The instructions included in HPFSRem to use FDISK will not work with Iomega drives. Follow the instructions included with the drive's OS/2 drivers to format the disk with HPFS. If no such instructions exist, see the Preparing HPFS disks without FDISK page. Also, if you use a SCSI Iomega drive, see the note about SCSI controllers. Certain SCSI controllers (those that require you to use the ADD driver from Iomega) will need a driver to be convinced to format a disk with HPFS.
The drives are:
Tested and works with OAD drivers. The FLT drivers do not work in all cases. If you need to use the FLT drivers, this will be of interest to you. You may also find the OS/2 drivers from Iomega useful.
Still needs to be tested, but uses the same drivers as the Zip, so I suspect it should work about the same. You may find the OS/2 drivers from Iomega useful.
Format disks with HPFS using the instructions included with HPFSRem. These drives may have trouble unless SyQuest's drivers are used.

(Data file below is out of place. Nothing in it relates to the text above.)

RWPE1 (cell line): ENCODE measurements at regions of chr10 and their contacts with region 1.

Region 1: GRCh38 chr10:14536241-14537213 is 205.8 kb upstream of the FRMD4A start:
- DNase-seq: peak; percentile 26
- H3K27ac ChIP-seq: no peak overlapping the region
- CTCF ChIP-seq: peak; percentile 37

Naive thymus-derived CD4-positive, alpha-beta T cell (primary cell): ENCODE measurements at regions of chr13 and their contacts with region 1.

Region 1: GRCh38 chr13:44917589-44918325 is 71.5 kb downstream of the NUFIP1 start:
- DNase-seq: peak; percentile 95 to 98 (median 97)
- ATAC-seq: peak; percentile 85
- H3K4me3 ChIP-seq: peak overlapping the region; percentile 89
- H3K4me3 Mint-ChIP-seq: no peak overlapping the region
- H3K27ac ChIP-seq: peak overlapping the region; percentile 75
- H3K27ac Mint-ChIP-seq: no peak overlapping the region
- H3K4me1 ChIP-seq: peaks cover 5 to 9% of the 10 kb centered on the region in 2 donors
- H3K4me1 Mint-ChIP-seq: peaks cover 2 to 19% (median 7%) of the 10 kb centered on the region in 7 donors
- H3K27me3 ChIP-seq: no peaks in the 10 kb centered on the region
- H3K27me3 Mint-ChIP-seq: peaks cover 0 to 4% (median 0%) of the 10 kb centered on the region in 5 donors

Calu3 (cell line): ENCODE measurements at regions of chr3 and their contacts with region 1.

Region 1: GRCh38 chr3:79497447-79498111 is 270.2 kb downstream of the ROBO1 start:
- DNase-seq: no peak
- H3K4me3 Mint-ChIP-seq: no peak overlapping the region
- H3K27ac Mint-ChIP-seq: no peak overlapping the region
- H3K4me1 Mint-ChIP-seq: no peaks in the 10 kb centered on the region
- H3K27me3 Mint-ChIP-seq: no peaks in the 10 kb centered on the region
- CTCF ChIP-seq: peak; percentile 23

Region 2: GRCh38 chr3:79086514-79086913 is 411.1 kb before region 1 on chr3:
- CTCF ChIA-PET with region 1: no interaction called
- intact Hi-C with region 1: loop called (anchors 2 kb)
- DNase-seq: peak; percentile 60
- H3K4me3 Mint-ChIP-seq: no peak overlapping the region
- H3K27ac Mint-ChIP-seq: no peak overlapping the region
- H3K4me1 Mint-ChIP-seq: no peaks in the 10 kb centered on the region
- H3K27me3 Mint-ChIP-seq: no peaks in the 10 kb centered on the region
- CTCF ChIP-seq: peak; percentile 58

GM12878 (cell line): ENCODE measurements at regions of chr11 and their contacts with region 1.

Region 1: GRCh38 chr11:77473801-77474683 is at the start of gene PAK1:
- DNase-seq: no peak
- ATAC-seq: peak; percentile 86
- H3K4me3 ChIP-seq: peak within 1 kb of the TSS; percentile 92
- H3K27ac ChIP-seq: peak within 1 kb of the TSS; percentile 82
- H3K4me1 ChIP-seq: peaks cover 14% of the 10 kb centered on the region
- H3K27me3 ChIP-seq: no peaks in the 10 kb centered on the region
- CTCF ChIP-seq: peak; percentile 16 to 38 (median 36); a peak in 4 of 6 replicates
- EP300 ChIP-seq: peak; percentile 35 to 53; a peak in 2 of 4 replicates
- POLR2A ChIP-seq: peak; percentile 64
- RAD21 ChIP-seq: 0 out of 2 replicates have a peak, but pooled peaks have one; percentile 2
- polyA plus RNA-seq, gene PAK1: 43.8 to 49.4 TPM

Tested. All variants seem to work. Some people have had success without SyQuest's drivers.
Tested. Works the same as the EZ135.
Untested. Uses the same drivers as the EZ135, so I suspect it will work.
The drive has been tested on a SCSI controller and works.
The PD drive is a combinatition of a 640MB MO drive and a CDROM. It may require SyQuest's drivers to eject disks. Its own OS/2 drivers will also be needed. The the note about SCSI controllers may also apply to this drive.
The drive is manufactured by Matsushita Electronic for the following companies:
Drives not listed here have not been tested with HPFSRem.
For the greatest compatibility, HPFSRem uses OS/2 API calls to work, so it is not limited to working with the listed drives.
HPFSRem now has support for drives that OS/2 sees as non-removable. This allows drives that connect to IDE and SCSI controllers to be used even if there are no OS/2 drivers for the particular drive. However, the drive must NOT lock disks on its own. Without special drivers, OS/2 software will not be able to lock or unlock a disk. If the drive locks the disk without being told to, you won't be able to remove the disk without a reboot.